25813937Glory Over Everything is a highly readable story about James Burton, who has been passing as a wealthy white aristrocrat in Philadelphia, and who must now risk the life he’s built to return to the South and rescue a young servant boy named Pan. The action builds up slowly — Grissom spends the first half of the book building up James’ story, and it isn’t until the second half that James finally sets off to rescue Pan and the action picks up.

Still, James’ back story is highly fascinating. Having grown up white, he learns of his mixed race heritage only as a young teen, then almost immediately faces a potential life of slavery. Grissom barely glosses over this bit of his life here, and I can only imagine much of it is already discussed in the earlier book The Kitchen House, which I haven’t read yet. Instead, Grissom focuses on his life after escaping his childhood home, where he is rescued by a black free man Henry, who helps him find a job, a home and a future as a white man. James achieves wealth and social status, yet his hold over this life is clearly tenuous; even the loving, kindhearted woman who adopts him wouldn’t be able to accept him if she learned the truth. When James falls in love with a woman named Caroline, the relationship results in a pregnancy that jeopardizes the life he’s built, and he is torn between fear of telling her the truth and resignation that the truth may come out no matter what.

James’ story is certainly fascinating, yet even more compelling is the second half, where James finally goes South to rescue Pan. The reason behind Pan’s needing rescue in the first place struck me as rather silly, and to be honest, annoying, but admittedly in line with Pan’s character and his desire to impress James.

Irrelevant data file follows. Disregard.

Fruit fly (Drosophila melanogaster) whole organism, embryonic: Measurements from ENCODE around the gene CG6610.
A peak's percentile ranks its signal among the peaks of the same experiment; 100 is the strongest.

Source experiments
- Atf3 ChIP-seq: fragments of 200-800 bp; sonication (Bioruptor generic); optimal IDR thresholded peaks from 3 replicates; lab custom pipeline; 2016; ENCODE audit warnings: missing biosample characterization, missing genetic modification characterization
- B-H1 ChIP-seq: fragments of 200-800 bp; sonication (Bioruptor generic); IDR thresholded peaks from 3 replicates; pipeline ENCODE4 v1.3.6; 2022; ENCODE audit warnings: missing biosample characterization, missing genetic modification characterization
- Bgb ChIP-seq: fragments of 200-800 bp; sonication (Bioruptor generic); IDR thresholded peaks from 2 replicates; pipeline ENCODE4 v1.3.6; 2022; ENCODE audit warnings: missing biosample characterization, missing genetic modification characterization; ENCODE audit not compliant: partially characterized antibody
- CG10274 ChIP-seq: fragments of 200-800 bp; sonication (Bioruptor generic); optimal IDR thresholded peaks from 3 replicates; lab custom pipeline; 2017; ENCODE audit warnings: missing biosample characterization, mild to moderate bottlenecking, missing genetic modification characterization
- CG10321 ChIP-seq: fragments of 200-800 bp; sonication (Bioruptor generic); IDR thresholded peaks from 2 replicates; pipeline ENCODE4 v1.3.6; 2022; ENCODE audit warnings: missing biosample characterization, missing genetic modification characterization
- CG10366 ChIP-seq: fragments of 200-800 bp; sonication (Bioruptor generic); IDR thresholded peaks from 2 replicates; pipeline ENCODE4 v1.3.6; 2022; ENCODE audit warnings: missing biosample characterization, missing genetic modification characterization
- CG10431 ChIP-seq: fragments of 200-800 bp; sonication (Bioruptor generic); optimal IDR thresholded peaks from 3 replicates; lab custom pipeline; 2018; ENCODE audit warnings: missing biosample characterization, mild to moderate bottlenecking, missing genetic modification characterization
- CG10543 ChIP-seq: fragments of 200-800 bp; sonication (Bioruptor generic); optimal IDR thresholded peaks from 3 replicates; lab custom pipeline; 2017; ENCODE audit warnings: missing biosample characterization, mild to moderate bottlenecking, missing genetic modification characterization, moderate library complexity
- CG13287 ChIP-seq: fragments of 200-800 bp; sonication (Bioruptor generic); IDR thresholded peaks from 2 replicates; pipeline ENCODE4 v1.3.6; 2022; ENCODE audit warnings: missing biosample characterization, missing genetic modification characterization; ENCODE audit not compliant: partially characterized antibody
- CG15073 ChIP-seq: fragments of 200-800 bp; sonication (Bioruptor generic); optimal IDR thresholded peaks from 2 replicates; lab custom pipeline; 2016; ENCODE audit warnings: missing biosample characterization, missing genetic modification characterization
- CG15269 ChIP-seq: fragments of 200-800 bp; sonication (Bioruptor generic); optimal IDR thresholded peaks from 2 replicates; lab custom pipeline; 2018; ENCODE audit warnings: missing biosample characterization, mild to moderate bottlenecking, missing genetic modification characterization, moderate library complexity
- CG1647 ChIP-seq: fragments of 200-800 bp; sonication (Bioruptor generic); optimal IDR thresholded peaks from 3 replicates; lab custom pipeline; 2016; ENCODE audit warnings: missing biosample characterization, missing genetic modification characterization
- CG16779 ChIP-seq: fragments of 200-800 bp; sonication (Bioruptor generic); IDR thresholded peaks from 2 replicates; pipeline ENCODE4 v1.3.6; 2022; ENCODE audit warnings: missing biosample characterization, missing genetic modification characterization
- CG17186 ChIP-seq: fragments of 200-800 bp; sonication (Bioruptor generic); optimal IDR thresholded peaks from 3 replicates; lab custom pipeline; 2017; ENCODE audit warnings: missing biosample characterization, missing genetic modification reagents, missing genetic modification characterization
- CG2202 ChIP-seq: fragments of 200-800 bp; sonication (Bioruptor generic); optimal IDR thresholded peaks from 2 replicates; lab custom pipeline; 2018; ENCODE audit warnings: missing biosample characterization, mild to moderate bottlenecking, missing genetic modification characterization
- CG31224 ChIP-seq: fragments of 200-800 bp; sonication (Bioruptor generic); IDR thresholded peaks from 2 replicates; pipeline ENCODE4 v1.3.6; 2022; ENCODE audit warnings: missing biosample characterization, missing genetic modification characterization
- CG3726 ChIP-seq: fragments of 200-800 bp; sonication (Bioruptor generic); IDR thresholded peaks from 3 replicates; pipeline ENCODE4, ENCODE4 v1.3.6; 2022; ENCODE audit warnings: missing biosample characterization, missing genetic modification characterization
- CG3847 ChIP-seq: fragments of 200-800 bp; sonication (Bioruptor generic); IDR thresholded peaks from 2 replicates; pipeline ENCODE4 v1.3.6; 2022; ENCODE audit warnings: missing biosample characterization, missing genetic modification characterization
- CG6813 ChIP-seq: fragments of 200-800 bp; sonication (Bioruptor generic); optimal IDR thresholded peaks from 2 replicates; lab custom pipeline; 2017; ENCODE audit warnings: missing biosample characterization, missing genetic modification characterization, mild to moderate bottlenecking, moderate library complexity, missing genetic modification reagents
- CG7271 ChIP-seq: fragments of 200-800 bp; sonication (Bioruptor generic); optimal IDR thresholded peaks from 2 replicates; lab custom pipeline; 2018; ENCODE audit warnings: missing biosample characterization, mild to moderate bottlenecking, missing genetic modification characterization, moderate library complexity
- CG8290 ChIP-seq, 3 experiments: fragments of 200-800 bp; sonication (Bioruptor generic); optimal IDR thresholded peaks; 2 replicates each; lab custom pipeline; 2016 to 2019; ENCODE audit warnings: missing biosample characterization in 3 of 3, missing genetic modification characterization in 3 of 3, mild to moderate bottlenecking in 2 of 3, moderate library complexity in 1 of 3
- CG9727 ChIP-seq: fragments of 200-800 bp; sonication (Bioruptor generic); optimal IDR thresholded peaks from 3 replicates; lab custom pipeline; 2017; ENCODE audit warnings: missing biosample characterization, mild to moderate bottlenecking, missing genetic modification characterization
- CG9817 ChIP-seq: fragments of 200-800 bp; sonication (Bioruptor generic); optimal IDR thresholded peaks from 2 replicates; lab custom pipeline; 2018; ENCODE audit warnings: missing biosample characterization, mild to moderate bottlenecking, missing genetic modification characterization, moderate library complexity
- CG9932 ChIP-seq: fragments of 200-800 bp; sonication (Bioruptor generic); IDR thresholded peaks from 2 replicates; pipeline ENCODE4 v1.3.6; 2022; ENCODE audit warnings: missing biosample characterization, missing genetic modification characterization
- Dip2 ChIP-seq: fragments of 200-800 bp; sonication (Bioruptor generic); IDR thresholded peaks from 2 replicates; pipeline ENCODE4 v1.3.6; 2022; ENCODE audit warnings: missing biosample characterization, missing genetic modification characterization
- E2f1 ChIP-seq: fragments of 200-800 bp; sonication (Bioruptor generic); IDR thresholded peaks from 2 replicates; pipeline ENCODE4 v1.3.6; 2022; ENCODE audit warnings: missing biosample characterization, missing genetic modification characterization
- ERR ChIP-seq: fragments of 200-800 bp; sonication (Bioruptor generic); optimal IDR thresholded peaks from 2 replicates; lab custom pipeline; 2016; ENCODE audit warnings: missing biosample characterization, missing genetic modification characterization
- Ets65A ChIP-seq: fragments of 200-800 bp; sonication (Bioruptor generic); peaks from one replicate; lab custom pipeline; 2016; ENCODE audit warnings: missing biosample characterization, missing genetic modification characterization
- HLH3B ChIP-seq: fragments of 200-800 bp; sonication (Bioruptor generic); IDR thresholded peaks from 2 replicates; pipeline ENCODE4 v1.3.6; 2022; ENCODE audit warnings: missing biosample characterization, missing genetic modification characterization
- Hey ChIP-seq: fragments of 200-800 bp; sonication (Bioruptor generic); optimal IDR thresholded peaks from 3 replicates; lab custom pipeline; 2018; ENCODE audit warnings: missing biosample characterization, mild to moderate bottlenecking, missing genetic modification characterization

The truth stand-outs for me, however, are the other characters: Pan’s father Henry, overcoming his fear of being captured and sold back into slavery in order to save his son; and Sukey, a nurse and slave in the same household as the one Pan is sold into, who helps transport other slaves through the Underground Railroad, and who makes it her mission to rescue Pan. Both their stories are tragic and beautifully told, and I would personally have liked to hear more of them.

Glory Over Everything is thought-provoking, moving and thrilling all at various points in the story. I cheered for James to rescue Pan and get back home safely, just as I couldn’t forget Henry, Sukey and all other characters who faced even greater danger than James did. I love the idea of trying to escape your past and your heritage, especially with the realization that you can never truly do so. The novel ends with some tough decisions that James has to make, which will impact not just the future trajectory of his own life, but also the lives of people around him. His decision has some potentially interesting repercussions, and I wonder if Grissom plans to continue the series.

Blog Tour

Thanks to Simon and Schuster Canada for the invitation to join the blog tour for this book! Check out the rest of the stops below:



Thanks to Simon and Schuster Canada for an advance reading copy of this book in exchange for an honest review.

Review | A Girl’s Guide to Moving On, Debbie Macomber